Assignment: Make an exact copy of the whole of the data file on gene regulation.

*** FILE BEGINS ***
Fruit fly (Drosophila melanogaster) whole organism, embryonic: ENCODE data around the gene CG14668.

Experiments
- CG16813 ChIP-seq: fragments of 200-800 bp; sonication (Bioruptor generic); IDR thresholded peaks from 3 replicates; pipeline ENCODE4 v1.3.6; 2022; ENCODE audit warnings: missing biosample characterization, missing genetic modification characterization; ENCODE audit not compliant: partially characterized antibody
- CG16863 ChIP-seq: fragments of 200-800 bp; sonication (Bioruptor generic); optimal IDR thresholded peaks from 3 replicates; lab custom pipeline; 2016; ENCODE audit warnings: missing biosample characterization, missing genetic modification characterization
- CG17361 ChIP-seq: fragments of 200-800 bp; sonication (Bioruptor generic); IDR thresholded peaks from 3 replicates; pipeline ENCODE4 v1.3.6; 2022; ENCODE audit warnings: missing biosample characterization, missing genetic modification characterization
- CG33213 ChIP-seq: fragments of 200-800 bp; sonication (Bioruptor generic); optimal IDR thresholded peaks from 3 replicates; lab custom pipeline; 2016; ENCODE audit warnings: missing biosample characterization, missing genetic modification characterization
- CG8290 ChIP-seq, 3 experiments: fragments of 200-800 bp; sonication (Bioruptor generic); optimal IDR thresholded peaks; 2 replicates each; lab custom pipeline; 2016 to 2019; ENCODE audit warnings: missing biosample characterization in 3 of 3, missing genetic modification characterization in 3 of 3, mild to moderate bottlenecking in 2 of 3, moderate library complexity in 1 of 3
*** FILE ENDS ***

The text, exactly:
Fruit fly (Drosophila melanogaster) whole organism, embryonic: ENCODE data around the gene CG14668.

Experiments
- CG16813 ChIP-seq: fragments of 200-800 bp; sonication (Bioruptor generic); IDR thresholded peaks from 3 replicates; pipeline ENCODE4 v1.3.6; 2022; ENCODE audit warnings: missing biosample characterization, missing genetic modification characterization; ENCODE audit not compliant: partially characterized antibody
- CG16863 ChIP-seq: fragments of 200-800 bp; sonication (Bioruptor generic); optimal IDR thresholded peaks from 3 replicates; lab custom pipeline; 2016; ENCODE audit warnings: missing biosample characterization, missing genetic modification characterization
- CG17361 ChIP-seq: fragments of 200-800 bp; sonication (Bioruptor generic); IDR thresholded peaks from 3 replicates; pipeline ENCODE4 v1.3.6; 2022; ENCODE audit warnings: missing biosample characterization, missing genetic modification characterization
- CG33213 ChIP-seq: fragments of 200-800 bp; sonication (Bioruptor generic); optimal IDR thresholded peaks from 3 replicates; lab custom pipeline; 2016; ENCODE audit warnings: missing biosample characterization, missing genetic modification characterization
- CG8290 ChIP-seq, 3 experiments: fragments of 200-800 bp; sonication (Bioruptor generic); optimal IDR thresholded peaks; 2 replicates each; lab custom pipeline; 2016 to 2019; ENCODE audit warnings: missing biosample characterization in 3 of 3, missing genetic modification characterization in 3 of 3, mild to moderate bottlenecking in 2 of 3, moderate library complexity in 1 of 3